‘LaMont, perhaps they did at first. The first photograph, the first magazine, the gratified surge, the seeing themselves as others see them, the hagiography of image, perhaps. Perhaps the first time: enjoyment. After that, do you trust me, trust me: they do not feel what you burn for. After the first surge, they care only that their photographs seem awkward or unflattering, or untrue, or that their privacy, this thing you burn to escape, what they call their privacy is being violated. Something changes. After the first photograph has been in a magazine, the famous men do not enjoy their photographs in magazines so much as they fear that their photographs will cease to appear in magazines. They are trapped, just as you are.’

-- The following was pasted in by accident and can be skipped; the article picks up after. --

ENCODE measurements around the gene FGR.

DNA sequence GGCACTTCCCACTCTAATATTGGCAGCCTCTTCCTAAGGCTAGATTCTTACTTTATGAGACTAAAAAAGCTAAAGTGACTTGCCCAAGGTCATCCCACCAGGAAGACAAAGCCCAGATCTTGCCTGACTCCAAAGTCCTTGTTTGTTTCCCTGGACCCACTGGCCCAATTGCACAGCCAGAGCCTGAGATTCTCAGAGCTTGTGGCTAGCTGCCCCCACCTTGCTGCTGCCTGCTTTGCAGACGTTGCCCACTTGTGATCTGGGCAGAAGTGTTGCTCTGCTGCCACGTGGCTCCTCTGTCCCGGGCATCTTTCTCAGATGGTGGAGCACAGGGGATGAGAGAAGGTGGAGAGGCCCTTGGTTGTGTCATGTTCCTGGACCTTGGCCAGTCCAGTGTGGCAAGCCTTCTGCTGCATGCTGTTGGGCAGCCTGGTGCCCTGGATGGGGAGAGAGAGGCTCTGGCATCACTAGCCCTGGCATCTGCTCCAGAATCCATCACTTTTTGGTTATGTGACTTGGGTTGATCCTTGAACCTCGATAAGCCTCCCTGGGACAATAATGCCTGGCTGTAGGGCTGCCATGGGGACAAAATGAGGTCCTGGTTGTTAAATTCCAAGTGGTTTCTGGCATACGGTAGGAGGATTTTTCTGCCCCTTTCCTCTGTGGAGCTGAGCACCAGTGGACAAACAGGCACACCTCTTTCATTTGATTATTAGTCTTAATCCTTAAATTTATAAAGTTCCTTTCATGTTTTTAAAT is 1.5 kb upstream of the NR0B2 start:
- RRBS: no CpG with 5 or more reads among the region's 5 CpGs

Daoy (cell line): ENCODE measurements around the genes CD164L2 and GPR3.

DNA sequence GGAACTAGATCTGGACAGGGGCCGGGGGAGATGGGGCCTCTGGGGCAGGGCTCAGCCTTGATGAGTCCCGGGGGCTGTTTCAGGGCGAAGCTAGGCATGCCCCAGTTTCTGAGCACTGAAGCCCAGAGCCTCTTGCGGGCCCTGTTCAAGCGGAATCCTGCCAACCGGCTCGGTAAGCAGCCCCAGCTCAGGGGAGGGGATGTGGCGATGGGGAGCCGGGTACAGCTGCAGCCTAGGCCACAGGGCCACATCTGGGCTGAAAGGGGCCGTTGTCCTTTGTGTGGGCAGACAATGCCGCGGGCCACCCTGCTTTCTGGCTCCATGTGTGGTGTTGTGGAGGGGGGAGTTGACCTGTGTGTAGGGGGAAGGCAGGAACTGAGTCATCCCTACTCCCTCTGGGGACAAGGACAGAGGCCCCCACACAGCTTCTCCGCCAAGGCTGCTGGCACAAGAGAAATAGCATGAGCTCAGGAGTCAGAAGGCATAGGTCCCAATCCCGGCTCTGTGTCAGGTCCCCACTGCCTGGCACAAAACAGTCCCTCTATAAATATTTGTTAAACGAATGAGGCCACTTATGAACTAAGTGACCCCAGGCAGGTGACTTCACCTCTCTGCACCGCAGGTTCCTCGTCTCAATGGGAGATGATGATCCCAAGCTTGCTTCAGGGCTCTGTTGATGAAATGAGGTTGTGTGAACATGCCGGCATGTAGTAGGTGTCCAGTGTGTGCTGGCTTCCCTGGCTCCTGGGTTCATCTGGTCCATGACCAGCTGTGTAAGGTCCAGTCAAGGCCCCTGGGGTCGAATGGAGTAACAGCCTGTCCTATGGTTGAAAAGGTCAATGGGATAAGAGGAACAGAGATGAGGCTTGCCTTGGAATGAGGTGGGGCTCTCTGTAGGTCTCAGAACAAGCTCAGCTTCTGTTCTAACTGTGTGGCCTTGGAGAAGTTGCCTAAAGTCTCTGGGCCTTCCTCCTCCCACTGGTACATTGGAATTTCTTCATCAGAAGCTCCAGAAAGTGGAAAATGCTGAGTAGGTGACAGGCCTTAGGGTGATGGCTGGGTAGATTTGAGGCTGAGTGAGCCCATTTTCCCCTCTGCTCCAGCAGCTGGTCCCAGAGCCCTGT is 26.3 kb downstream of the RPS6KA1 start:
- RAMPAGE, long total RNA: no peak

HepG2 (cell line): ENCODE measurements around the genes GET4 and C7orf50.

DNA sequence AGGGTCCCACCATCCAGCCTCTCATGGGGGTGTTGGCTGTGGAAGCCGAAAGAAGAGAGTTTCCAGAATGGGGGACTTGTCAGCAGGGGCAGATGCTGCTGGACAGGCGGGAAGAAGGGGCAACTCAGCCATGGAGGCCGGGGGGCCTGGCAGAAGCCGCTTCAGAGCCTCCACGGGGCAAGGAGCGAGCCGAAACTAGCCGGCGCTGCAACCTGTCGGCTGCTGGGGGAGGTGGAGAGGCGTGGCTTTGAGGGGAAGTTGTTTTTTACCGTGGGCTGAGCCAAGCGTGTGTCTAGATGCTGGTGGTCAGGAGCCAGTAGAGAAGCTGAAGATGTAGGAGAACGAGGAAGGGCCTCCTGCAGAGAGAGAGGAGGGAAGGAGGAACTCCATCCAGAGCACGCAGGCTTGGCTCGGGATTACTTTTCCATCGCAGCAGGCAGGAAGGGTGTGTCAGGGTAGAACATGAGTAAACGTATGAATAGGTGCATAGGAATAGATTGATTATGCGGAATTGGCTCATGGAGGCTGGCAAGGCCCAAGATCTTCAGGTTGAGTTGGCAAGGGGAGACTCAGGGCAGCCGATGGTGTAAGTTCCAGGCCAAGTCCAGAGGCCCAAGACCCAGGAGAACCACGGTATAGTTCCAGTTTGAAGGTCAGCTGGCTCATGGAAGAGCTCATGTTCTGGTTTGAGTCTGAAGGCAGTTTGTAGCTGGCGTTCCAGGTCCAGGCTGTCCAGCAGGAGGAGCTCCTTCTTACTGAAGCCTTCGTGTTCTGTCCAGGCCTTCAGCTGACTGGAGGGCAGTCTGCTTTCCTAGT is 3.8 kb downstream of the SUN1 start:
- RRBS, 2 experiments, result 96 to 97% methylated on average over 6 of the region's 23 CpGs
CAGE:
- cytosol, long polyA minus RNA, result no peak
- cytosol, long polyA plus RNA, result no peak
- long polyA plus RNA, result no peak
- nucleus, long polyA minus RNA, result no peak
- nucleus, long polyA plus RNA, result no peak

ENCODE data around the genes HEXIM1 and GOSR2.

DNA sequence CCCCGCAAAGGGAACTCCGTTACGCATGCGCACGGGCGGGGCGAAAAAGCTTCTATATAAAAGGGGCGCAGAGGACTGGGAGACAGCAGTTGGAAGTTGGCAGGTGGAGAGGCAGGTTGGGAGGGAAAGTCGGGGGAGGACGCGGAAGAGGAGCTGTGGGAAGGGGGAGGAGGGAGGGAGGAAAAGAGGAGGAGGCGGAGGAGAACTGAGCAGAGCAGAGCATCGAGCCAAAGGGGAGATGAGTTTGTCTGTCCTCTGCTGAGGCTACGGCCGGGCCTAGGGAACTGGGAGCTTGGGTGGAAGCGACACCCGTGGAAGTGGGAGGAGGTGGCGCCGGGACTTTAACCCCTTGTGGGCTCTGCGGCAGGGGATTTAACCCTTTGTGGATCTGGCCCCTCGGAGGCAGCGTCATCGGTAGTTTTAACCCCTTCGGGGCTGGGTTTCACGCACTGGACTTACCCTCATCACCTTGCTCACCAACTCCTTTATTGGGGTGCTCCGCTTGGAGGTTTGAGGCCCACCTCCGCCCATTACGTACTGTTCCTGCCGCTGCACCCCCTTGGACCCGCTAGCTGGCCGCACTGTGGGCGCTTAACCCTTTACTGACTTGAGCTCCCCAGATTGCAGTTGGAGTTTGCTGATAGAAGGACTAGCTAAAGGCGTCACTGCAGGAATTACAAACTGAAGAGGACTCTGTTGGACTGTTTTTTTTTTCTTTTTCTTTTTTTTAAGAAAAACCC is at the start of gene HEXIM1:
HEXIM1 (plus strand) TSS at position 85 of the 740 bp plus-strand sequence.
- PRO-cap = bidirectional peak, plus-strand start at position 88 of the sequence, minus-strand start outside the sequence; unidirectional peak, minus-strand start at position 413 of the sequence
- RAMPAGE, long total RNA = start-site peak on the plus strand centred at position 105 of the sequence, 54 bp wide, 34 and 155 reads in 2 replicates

‘LaMont, are you willing to listen to a Remark about what is true?’ ‘Okeydokey.’ ‘The truth will set you free. But not until it is finished with you.’ ‘Maybe I ought to be getting back.’ ‘LaMont, the world is very old. You have been snared by something untrue. You are deluded. But this is good news. You have been snared by the delusion that envy has a reciprocal. You assume that there is a flip-side to your painful envy of Michael Chang: namely Michael Chang’s enjoyable feeling of being-envied-by-LaMont-Chu. No such animal.’ ‘Animal?’ ‘You burn with hunger for food that does not exist.’ ‘This is good news?’ ‘It is the truth. To be envied, admired, is not a feeling. Nor is fame a feeling. There are feelings associated with fame, but few of them are any more enjoyable than the feelings associated with envy of fame.’ ‘The burning doesn’t go away?’ ‘What fire dies when you feed it? It is not fame itself they wish to deny you here. Trust them. There is much fear in fame. Terrible and heavy fear to be pulled and held, carried. Perhaps they want only to keep it off you until you weigh enough to pull it toward yourself.’ ‘Would I sound ungrateful if I said this doesn’t make me feel very much better at all?’ ‘La-Mont, the truth is that the world is incredibly, incredibly, unbelievably old. You suffer with the stunted desire caused by one of its oldest lies. Do not believe the photographs. Fame is not the exit from any cage.’ ‘So I’m stuck in the cage from either side. Fame or tortured envy of fame. There’s no way out.’ ‘You might consider how escape from a cage must surely require, foremost, awareness of the fact of the cage.